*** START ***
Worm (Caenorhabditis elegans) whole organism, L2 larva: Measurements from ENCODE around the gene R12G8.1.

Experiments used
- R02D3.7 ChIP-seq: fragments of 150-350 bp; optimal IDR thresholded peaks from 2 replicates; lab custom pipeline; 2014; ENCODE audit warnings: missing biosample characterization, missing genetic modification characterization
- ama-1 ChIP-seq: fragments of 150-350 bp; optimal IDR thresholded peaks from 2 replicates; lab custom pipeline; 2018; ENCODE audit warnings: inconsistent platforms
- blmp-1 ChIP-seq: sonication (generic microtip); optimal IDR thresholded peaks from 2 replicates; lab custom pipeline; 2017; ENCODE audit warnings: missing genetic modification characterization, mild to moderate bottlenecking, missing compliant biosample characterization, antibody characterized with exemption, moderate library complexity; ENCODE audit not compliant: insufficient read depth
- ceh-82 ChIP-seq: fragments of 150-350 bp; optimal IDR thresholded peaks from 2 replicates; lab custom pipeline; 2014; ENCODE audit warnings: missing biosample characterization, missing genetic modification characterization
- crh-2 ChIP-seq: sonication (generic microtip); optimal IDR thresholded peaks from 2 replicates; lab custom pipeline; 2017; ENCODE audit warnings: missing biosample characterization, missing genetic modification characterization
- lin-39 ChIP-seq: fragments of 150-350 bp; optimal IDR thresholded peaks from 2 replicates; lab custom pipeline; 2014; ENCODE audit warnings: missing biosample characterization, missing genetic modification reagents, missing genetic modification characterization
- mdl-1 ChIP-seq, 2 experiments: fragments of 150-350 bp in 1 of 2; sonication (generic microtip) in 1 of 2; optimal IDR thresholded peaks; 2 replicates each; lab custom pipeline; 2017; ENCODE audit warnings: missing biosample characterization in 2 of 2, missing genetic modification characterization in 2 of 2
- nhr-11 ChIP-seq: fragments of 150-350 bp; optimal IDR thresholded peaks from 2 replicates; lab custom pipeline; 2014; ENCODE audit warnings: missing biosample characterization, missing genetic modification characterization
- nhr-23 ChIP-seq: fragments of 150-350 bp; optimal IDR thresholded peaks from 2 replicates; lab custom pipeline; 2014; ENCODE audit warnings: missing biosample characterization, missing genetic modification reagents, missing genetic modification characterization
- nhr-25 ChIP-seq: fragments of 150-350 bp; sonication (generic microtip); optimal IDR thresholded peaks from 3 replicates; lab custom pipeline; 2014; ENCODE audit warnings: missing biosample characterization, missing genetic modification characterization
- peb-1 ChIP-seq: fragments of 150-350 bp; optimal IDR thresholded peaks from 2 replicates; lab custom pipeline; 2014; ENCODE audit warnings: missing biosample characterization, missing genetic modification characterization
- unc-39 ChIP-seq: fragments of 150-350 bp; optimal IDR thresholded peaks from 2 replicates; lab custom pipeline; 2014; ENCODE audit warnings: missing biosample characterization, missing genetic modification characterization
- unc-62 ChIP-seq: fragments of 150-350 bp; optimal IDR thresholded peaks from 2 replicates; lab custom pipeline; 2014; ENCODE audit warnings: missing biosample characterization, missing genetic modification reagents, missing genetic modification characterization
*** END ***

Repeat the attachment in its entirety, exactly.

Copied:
Worm (Caenorhabditis elegans) whole organism, L2 larva: Measurements from ENCODE around the gene R12G8.1.

Experiments used
- R02D3.7 ChIP-seq: fragments of 150-350 bp; optimal IDR thresholded peaks from 2 replicates; lab custom pipeline; 2014; ENCODE audit warnings: missing biosample characterization, missing genetic modification characterization
- ama-1 ChIP-seq: fragments of 150-350 bp; optimal IDR thresholded peaks from 2 replicates; lab custom pipeline; 2018; ENCODE audit warnings: inconsistent platforms
- blmp-1 ChIP-seq: sonication (generic microtip); optimal IDR thresholded peaks from 2 replicates; lab custom pipeline; 2017; ENCODE audit warnings: missing genetic modification characterization, mild to moderate bottlenecking, missing compliant biosample characterization, antibody characterized with exemption, moderate library complexity; ENCODE audit not compliant: insufficient read depth
- ceh-82 ChIP-seq: fragments of 150-350 bp; optimal IDR thresholded peaks from 2 replicates; lab custom pipeline; 2014; ENCODE audit warnings: missing biosample characterization, missing genetic modification characterization
- crh-2 ChIP-seq: sonication (generic microtip); optimal IDR thresholded peaks from 2 replicates; lab custom pipeline; 2017; ENCODE audit warnings: missing biosample characterization, missing genetic modification characterization
- lin-39 ChIP-seq: fragments of 150-350 bp; optimal IDR thresholded peaks from 2 replicates; lab custom pipeline; 2014; ENCODE audit warnings: missing biosample characterization, missing genetic modification reagents, missing genetic modification characterization
- mdl-1 ChIP-seq, 2 experiments: fragments of 150-350 bp in 1 of 2; sonication (generic microtip) in 1 of 2; optimal IDR thresholded peaks; 2 replicates each; lab custom pipeline; 2017; ENCODE audit warnings: missing biosample characterization in 2 of 2, missing genetic modification characterization in 2 of 2
- nhr-11 ChIP-seq: fragments of 150-350 bp; optimal IDR thresholded peaks from 2 replicates; lab custom pipeline; 2014; ENCODE audit warnings: missing biosample characterization, missing genetic modification characterization
- nhr-23 ChIP-seq: fragments of 150-350 bp; optimal IDR thresholded peaks from 2 replicates; lab custom pipeline; 2014; ENCODE audit warnings: missing biosample characterization, missing genetic modification reagents, missing genetic modification characterization
- nhr-25 ChIP-seq: fragments of 150-350 bp; sonication (generic microtip); optimal IDR thresholded peaks from 3 replicates; lab custom pipeline; 2014; ENCODE audit warnings: missing biosample characterization, missing genetic modification characterization
- peb-1 ChIP-seq: fragments of 150-350 bp; optimal IDR thresholded peaks from 2 replicates; lab custom pipeline; 2014; ENCODE audit warnings: missing biosample characterization, missing genetic modification characterization
- unc-39 ChIP-seq: fragments of 150-350 bp; optimal IDR thresholded peaks from 2 replicates; lab custom pipeline; 2014; ENCODE audit warnings: missing biosample characterization, missing genetic modification characterization
- unc-62 ChIP-seq: fragments of 150-350 bp; optimal IDR thresholded peaks from 2 replicates; lab custom pipeline; 2014; ENCODE audit warnings: missing biosample characterization, missing genetic modification reagents, missing genetic modification characterization